In other words, Facebook could subscribe to the service for the string “facebook” and it would block domains such as “facebook-login.best”.

A good thing about such services from a registry’s perspective is that, unlike domains, the same string can be sold multiple times to different owners of the same trademarked string.

The registry has filed a Registry Services Evaluation Process request with ICANN and said it is ready to launch with back-end provider CentralNic whenever it gets approval.

Pricing was not disclosed, but if .CLUB’s $2,000 tag is any guide one might expect a super-premium fee.

Regular .best domains sell for about $20 a year and over 30,000 have been registered to date.

Three gTLDs to lose Donuts trademark protection

Three gTLDs are set to lose the trademark protection coverage at the end of the month, following their sale from Donuts to Public Interest Registry.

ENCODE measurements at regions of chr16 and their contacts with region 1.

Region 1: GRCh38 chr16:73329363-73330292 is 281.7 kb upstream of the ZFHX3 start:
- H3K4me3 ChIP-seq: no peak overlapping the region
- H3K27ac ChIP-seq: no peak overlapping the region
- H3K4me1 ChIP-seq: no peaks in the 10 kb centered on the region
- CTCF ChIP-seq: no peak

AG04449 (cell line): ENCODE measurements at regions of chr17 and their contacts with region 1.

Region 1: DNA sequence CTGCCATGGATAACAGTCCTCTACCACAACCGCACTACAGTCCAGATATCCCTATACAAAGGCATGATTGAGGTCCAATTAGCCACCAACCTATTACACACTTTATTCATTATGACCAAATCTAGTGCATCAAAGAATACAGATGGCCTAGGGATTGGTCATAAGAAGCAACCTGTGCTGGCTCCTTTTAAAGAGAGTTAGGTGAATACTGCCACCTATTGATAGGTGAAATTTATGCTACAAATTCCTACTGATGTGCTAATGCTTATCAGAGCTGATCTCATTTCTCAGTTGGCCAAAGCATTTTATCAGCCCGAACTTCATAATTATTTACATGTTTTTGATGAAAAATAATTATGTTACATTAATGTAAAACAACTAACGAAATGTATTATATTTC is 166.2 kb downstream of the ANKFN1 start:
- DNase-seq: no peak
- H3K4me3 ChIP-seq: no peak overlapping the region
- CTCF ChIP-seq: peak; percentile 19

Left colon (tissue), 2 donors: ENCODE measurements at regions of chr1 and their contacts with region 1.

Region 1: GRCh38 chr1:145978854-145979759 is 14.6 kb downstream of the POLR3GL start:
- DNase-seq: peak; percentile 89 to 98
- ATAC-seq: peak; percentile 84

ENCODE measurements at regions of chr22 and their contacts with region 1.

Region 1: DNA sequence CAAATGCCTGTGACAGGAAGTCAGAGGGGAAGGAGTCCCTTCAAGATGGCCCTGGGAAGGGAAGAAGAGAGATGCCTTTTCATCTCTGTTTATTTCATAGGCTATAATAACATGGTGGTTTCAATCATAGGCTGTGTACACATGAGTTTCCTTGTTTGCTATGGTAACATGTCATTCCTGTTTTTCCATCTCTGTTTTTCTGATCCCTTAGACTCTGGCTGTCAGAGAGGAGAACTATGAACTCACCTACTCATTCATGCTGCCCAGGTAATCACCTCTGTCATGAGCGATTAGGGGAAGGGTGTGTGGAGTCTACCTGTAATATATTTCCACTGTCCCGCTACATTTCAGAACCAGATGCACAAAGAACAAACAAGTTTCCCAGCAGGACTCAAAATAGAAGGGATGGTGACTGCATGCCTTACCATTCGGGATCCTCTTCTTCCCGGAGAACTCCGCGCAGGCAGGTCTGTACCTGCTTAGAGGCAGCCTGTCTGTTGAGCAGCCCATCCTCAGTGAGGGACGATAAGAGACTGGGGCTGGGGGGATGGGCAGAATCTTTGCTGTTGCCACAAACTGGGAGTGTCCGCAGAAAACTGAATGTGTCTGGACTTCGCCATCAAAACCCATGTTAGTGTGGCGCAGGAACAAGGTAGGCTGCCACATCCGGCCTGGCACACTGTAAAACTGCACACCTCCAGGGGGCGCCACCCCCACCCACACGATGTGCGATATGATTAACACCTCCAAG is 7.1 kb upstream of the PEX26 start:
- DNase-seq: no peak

As noted by corporate registrar Com Laude recently, .charity, .gives and .foundation will no longer fall under Donuts’ Domain Protected Marks List service as of June 1.

DPML is a blocking services whereby the registry reserves trademarked strings across its whole portfolio of almost 300 gTLDs in exchange for a fee that is a big discount on defensive registrations.

gTLDs not in the portfolio will naturally enough no longer qualify, but Com Laude reported that existing subscriptions will be honored and PIR will offer DPML users the chance to change to a full registration.

Donuts announced the sale of the three TLDs to PIR last December.

PIR doesn’t have its own DPML equivalent. Its portfolio is small and its biggest deal is .org, where the defensive blocking horse bolted decades ago.

Verisign wipes free TLDs from the world stats

Kevin Murphy, April 19, 2022, Domain Registries

The number of domain names registered globally dropped by over 25 million in the first quarter, but only because Verisign has stopped tracking .tk and its free sister ccTLDs in its quarterly estimates.